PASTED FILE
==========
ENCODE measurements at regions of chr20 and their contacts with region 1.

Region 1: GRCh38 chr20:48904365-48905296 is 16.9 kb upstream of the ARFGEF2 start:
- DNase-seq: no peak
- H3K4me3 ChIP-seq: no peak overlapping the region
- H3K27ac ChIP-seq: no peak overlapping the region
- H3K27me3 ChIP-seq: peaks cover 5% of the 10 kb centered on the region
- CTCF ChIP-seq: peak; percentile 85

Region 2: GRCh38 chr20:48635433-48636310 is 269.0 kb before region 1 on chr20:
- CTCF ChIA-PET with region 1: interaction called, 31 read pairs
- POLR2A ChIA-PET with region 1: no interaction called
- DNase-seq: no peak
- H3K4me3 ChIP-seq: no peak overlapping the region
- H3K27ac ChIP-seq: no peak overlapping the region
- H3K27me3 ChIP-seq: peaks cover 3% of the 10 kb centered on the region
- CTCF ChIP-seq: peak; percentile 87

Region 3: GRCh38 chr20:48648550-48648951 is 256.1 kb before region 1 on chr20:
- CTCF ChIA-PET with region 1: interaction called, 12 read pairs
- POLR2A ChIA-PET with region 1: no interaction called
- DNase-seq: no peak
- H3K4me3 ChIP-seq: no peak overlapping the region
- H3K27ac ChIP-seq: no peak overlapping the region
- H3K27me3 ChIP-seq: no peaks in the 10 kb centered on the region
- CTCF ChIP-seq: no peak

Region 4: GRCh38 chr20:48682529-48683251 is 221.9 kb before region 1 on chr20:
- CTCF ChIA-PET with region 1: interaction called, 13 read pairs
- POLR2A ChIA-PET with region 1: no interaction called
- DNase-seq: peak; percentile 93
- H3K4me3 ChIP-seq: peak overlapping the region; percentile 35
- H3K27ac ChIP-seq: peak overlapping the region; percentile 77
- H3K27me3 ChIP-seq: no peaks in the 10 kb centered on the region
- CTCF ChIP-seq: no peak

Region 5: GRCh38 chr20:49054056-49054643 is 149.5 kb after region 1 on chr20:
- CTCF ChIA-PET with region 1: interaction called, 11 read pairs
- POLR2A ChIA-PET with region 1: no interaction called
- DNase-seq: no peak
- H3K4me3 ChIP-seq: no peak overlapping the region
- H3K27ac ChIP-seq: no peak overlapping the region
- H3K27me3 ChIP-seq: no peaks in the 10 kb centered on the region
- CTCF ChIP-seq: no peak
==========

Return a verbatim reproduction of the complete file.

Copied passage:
ENCODE measurements at regions of chr20 and their contacts with region 1.

Region 1: GRCh38 chr20:48904365-48905296 is 16.9 kb upstream of the ARFGEF2 start:
- DNase-seq: no peak
- H3K4me3 ChIP-seq: no peak overlapping the region
- H3K27ac ChIP-seq: no peak overlapping the region
- H3K27me3 ChIP-seq: peaks cover 5% of the 10 kb centered on the region
- CTCF ChIP-seq: peak; percentile 85

Region 2: GRCh38 chr20:48635433-48636310 is 269.0 kb before region 1 on chr20:
- CTCF ChIA-PET with region 1: interaction called, 31 read pairs
- POLR2A ChIA-PET with region 1: no interaction called
- DNase-seq: no peak
- H3K4me3 ChIP-seq: no peak overlapping the region
- H3K27ac ChIP-seq: no peak overlapping the region
- H3K27me3 ChIP-seq: peaks cover 3% of the 10 kb centered on the region
- CTCF ChIP-seq: peak; percentile 87

Region 3: GRCh38 chr20:48648550-48648951 is 256.1 kb before region 1 on chr20:
- CTCF ChIA-PET with region 1: interaction called, 12 read pairs
- POLR2A ChIA-PET with region 1: no interaction called
- DNase-seq: no peak
- H3K4me3 ChIP-seq: no peak overlapping the region
- H3K27ac ChIP-seq: no peak overlapping the region
- H3K27me3 ChIP-seq: no peaks in the 10 kb centered on the region
- CTCF ChIP-seq: no peak

Region 4: GRCh38 chr20:48682529-48683251 is 221.9 kb before region 1 on chr20:
- CTCF ChIA-PET with region 1: interaction called, 13 read pairs
- POLR2A ChIA-PET with region 1: no interaction called
- DNase-seq: peak; percentile 93
- H3K4me3 ChIP-seq: peak overlapping the region; percentile 35
- H3K27ac ChIP-seq: peak overlapping the region; percentile 77
- H3K27me3 ChIP-seq: no peaks in the 10 kb centered on the region
- CTCF ChIP-seq: no peak

Region 5: GRCh38 chr20:49054056-49054643 is 149.5 kb after region 1 on chr20:
- CTCF ChIA-PET with region 1: interaction called, 11 read pairs
- POLR2A ChIA-PET with region 1: no interaction called
- DNase-seq: no peak
- H3K4me3 ChIP-seq: no peak overlapping the region
- H3K27ac ChIP-seq: no peak overlapping the region
- H3K27me3 ChIP-seq: no peaks in the 10 kb centered on the region
- CTCF ChIP-seq: no peak